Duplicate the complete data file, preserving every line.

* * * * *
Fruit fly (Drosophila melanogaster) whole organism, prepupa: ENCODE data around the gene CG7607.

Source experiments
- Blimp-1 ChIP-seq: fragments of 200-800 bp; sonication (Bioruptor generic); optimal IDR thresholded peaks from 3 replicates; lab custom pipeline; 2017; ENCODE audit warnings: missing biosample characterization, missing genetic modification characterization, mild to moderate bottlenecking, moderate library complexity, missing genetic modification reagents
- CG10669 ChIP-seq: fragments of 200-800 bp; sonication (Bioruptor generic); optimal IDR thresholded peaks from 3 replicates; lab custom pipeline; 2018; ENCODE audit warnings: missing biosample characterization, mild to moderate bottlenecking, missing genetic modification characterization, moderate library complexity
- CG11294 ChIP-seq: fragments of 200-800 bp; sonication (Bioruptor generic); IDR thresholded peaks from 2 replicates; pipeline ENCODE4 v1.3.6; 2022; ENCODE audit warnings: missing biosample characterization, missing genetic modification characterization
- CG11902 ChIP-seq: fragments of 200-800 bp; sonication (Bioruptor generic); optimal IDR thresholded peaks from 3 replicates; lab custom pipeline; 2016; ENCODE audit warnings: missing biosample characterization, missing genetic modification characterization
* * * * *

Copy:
Fruit fly (Drosophila melanogaster) whole organism, prepupa: ENCODE data around the gene CG7607.

Source experiments
- Blimp-1 ChIP-seq: fragments of 200-800 bp; sonication (Bioruptor generic); optimal IDR thresholded peaks from 3 replicates; lab custom pipeline; 2017; ENCODE audit warnings: missing biosample characterization, missing genetic modification characterization, mild to moderate bottlenecking, moderate library complexity, missing genetic modification reagents
- CG10669 ChIP-seq: fragments of 200-800 bp; sonication (Bioruptor generic); optimal IDR thresholded peaks from 3 replicates; lab custom pipeline; 2018; ENCODE audit warnings: missing biosample characterization, mild to moderate bottlenecking, missing genetic modification characterization, moderate library complexity
- CG11294 ChIP-seq: fragments of 200-800 bp; sonication (Bioruptor generic); IDR thresholded peaks from 2 replicates; pipeline ENCODE4 v1.3.6; 2022; ENCODE audit warnings: missing biosample characterization, missing genetic modification characterization
- CG11902 ChIP-seq: fragments of 200-800 bp; sonication (Bioruptor generic); optimal IDR thresholded peaks from 3 replicates; lab custom pipeline; 2016; ENCODE audit warnings: missing biosample characterization, missing genetic modification characterization